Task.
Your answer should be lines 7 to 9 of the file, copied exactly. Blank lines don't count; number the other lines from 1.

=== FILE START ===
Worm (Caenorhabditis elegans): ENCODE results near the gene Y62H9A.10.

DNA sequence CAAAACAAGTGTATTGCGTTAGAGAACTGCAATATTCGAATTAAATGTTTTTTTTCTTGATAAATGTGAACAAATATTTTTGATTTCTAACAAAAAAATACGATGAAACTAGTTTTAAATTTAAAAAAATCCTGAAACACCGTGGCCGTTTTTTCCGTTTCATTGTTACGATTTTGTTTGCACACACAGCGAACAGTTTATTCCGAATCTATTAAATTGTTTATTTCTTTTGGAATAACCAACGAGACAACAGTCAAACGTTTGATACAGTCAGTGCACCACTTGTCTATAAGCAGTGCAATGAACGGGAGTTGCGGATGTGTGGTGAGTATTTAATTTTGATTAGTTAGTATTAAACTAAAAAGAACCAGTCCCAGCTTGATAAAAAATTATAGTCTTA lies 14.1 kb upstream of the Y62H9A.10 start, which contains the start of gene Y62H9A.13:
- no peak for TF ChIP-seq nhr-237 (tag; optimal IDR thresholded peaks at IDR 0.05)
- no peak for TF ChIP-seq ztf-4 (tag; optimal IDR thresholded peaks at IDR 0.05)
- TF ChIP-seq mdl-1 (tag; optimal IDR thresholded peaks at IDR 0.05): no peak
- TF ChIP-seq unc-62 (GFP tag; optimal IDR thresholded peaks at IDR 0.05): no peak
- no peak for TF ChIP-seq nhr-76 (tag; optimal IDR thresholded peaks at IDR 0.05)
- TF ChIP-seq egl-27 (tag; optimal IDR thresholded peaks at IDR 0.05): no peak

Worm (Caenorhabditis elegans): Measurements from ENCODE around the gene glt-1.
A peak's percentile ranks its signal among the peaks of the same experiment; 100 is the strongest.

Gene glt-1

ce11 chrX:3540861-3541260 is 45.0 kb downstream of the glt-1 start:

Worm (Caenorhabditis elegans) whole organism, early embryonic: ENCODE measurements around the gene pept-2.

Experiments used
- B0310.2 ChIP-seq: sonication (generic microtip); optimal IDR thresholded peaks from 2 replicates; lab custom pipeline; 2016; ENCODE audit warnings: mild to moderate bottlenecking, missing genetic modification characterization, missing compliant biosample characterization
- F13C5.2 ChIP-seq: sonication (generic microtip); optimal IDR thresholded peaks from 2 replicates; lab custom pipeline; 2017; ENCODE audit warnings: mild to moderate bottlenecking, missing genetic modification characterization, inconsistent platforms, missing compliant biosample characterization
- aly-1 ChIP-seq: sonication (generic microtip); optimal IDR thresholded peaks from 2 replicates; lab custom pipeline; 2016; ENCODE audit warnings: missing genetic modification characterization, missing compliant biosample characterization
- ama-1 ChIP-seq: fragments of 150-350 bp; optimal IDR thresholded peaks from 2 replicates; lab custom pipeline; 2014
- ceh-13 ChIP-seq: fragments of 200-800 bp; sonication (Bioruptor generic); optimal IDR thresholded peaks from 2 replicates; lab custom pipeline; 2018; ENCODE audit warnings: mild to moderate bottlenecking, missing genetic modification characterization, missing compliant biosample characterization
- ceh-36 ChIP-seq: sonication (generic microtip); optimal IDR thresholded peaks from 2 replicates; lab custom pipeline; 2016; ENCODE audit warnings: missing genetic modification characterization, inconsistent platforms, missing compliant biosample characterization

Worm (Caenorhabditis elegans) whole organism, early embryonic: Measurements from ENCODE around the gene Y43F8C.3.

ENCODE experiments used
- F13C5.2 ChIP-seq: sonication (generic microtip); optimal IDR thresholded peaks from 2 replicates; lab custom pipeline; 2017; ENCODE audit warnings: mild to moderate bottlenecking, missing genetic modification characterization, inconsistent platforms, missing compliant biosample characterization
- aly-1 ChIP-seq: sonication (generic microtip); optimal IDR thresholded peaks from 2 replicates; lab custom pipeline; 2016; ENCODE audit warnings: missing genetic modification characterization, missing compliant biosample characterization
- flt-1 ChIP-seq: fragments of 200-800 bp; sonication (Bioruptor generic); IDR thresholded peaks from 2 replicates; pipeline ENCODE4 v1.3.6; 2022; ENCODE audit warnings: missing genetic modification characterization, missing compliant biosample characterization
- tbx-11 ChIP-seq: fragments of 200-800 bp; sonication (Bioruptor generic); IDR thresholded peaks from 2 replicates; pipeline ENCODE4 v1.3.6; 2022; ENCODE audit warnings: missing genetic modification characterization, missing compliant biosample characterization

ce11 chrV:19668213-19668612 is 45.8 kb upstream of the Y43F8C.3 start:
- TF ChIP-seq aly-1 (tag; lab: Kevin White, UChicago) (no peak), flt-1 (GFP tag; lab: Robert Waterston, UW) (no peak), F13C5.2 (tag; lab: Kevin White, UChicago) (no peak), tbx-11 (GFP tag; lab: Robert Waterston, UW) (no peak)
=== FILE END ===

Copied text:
- no peak for TF ChIP-seq nhr-76 (tag; optimal IDR thresholded peaks at IDR 0.05)
- TF ChIP-seq egl-27 (tag; optimal IDR thresholded peaks at IDR 0.05): no peak

Worm (Caenorhabditis elegans): Measurements from ENCODE around the gene glt-1.